“So what’s new?” The question was well-merited, as it had come from a former co-worker who I had not seen in almost a year. My standard answer of, “You know, same old, same old…” came out readily, automatically almost. This question was one I had heard a lot recently. Why is it that every time I answered, I felt so discouraged?
Fast forward a week to when my dad gifted me the book Quitter by John Acuff. In the first few chapters, I read about something that hit home immediately. Our American culture celebrates change, but not consistency. John Maxwell also talks about this as one of the laws of growth–doing small things consistently over time to get big results. Consistency just doesn’t feel worthy of celebration. We hold goodbye parties when someone leaves work for another position. We like to ask friends and family what’s new because it is so much more “fun” to talk about that than the same old thing. It’s not often we get a party or even a thank you for just “staying put.” I just had my 4th anniversary at the church where I work, and while I got several LinkedIn congratulations from friends, not one person at work actually said anything about it. (To be fair, I do not remember or praise work anniversaries either. ;-)) Staying put at a job where the income is less than stellar and the role is so demanding has not always been easy, and I have certainly had other offers throughout the years that looked appealing. Yet being content and consistently pursuing the things God has called us to is one of the biggest and best things we can do with our lives. Did you get that? Being content and consistent in pursuing our calling is one of the biggest and best things we can do in life. Staying put is worthy of celebration, too! Have you been working at the same job for 5, 10, even 20 years? Congratulations! In a culture where change is so celebrated and where we (especially young adults) have such a hard time settling down and sticking to, well, anything, you have managed to stay put and do a great job with what has been given to you.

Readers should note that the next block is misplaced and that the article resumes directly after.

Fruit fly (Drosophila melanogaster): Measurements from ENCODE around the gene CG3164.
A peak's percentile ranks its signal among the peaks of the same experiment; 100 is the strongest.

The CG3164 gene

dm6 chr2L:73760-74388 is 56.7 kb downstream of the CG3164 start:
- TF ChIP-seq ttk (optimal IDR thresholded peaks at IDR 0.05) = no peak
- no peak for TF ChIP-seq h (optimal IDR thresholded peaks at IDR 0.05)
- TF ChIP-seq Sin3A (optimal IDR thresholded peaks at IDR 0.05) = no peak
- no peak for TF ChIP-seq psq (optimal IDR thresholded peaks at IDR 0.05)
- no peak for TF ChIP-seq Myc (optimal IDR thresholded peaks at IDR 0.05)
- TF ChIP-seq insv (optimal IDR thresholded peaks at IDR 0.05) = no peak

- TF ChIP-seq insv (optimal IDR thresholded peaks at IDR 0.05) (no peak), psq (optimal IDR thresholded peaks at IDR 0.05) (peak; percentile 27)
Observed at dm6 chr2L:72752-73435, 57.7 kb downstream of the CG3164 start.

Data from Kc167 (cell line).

Don’t let culture define who you are or your ability to stick with it and grow in your calling. Of course, if change is necessary, I pray you find the strength to know when it should happen and the courage to pursue it without hesitation. Just don’t go for it because society thinks you should or because it is easier to move on. Remember, sometimes staying put is the real challenge and what will grow you more than that shiny, new opportunity or adventure.